Australian Markets Weekly – A tale of two indicators: SEEK and cranes

SEEK data for August showed that Job Ads fell again and the RLB Crane Index reported that residential high-rise surprisingly increased.

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For the full details, download the full report: Australian Markets Weekly 24 September 2018

 

  • It’s a quiet week for local market sensitive indicators; the Statistician’s quarterly measure of Job Vacancies for August out Thursday and RBA Credit on Friday (also August) the picks. Job Vacancies was at a record in the June quarter, in absolute levels and in proportion to the workforce, a sign of very strong labour demand and employment outlook. We will be interested to see whether that growth has continued into August. One of the two indicators we are focusing on in this Weekly is what the SEEK labour market database says about labour demand, salary and wage trends and labour market tightness. SEEK Job Ads have fallen in three of the past four months, opening the possibility of a turn in the labour market though it’s not confirmed elsewhere and other considerations argue caution drawing this conclusion.
  • Also this week, we will have a watchful eye on the Statistician’s Engineering Construction Activity report for Q2 (Wednesday) for what it says about the infrastructure pipeline. Last week RLB Crane Index for this half pointed to a further increase in numbers, including for infrastructure, especially in Victoria. We take the opportunity in this Weekly to delve into this index. The number of cranes in use for residential high-rise surprisingly increased, as did those for non-residential building projects and for infrastructure work. The construction sector continues to operate at a high level, and across cities.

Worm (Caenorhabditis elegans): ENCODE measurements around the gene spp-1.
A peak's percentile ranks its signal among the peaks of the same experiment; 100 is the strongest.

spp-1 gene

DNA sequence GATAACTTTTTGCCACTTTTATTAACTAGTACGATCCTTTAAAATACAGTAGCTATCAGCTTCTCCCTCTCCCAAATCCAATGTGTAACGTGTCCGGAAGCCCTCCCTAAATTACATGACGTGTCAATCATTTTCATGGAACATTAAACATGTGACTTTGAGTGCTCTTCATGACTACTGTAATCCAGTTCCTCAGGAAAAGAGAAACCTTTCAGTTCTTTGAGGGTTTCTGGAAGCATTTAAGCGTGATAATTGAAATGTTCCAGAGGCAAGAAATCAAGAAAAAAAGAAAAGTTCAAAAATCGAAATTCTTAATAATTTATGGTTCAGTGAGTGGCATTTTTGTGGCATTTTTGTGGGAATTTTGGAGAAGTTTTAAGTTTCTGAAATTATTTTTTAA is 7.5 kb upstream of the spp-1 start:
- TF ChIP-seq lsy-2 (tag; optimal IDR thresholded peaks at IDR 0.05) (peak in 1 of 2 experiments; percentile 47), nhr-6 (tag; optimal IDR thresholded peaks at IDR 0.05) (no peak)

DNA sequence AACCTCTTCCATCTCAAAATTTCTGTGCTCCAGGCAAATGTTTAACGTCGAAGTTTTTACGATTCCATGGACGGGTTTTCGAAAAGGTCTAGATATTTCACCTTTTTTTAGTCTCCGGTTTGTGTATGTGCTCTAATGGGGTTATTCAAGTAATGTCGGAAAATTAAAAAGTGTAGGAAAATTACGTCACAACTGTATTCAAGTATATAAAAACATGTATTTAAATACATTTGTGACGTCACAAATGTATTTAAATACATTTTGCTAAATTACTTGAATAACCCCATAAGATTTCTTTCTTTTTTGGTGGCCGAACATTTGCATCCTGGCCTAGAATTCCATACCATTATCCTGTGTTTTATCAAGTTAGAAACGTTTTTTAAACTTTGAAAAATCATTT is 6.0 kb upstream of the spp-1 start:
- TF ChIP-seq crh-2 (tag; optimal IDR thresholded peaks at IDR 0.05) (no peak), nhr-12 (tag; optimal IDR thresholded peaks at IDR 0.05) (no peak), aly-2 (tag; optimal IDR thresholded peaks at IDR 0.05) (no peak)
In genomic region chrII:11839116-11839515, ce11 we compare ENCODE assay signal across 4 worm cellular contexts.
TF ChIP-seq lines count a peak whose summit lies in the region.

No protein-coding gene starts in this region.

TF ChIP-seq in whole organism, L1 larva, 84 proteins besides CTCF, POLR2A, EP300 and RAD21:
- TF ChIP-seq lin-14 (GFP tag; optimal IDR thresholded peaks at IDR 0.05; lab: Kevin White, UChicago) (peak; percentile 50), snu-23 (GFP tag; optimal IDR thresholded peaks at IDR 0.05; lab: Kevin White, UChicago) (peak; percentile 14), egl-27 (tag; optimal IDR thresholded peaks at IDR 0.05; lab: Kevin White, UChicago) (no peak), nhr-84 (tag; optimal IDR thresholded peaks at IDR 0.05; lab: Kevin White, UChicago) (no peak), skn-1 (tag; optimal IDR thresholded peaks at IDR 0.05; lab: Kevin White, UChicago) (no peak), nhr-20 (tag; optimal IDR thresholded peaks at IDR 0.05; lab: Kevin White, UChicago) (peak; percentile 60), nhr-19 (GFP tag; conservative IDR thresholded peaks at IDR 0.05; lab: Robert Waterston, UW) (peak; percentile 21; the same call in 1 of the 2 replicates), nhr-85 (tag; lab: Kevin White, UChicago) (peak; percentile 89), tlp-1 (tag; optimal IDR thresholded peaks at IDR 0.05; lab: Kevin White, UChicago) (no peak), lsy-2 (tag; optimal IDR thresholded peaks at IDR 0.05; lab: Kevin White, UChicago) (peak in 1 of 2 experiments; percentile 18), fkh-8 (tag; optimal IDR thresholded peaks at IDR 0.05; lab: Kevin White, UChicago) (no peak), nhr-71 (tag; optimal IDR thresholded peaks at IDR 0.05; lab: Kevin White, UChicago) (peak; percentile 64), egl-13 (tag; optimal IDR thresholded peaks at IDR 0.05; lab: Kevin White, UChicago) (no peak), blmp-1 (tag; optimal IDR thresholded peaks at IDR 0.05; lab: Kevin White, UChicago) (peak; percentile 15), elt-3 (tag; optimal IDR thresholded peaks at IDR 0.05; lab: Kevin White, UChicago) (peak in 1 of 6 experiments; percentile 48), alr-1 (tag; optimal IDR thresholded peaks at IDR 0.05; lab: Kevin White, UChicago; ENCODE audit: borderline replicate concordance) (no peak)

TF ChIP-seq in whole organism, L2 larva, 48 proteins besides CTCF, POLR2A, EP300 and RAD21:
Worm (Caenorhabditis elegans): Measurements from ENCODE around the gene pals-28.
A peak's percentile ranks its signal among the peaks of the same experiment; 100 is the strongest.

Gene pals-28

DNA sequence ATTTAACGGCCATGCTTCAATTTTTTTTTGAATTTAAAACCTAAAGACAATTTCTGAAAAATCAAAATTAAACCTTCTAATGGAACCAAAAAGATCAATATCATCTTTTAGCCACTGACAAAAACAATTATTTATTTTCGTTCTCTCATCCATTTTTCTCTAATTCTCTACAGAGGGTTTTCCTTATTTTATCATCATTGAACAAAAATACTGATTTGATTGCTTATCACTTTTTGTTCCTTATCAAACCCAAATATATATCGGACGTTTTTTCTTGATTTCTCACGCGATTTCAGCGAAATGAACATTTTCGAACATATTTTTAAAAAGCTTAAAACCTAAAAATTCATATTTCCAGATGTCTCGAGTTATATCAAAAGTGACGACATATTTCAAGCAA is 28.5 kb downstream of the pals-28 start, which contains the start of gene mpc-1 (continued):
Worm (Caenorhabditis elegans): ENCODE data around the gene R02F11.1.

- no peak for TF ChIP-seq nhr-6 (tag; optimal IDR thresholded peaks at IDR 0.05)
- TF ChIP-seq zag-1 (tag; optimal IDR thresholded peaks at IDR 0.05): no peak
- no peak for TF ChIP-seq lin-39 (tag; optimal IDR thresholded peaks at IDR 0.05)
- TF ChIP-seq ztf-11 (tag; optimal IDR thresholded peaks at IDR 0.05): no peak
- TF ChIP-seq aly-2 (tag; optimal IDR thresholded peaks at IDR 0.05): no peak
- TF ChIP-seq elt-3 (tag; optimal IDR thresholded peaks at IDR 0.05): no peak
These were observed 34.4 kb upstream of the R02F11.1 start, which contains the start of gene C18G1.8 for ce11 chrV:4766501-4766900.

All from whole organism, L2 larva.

• The other local indicator of note is RBA Credit for August – out Friday – where we look for a pull-back in monthly growth from 0.4% to 0.3% on still-cautious levels of housing credit, especially credit for investors. There is also an update of regional population for 2017, providing further colour on how continued population growth beyond the capital cities is playing out.
  • Offshore, we start the week with the press reporting that China is cancelling trade talks with the US, quite possibly until after the US mid-term elections. After testing 0.73 late Friday, the AUD and the NZD have pulled back on this press news, the AUD at 0.7270 this morning. The additional US 10% tariff rate on $200bn of Chinese imports and 5-10% Chinese tariffs on $60bn of US imports take effect this week.
  • With a quiet week also for offshore data, there’ll be even greater focus on the FOMC (early Thursday our time), a hike is expected and priced in, taking the Fed funds rate to 2.00-2.25%. There’ll be interest in 1) how the Fed describes the stance of monetary policy currently and might at forthcoming meetings (accommodative/ neutral), the funds rate moving toward the 2¾-3% neutral rate; and 2) whether the Fed will amend its dot point forecasts for the Fed funds rate. The median Fed forecast calls for a 3-3½% rate by the end of 2019, a slightly restrictive stance. We doubt there will be much change at all to those rate forecasts, nor in the Fed’s economic outlook, positive economic momentum offsetting trade uncertainties.

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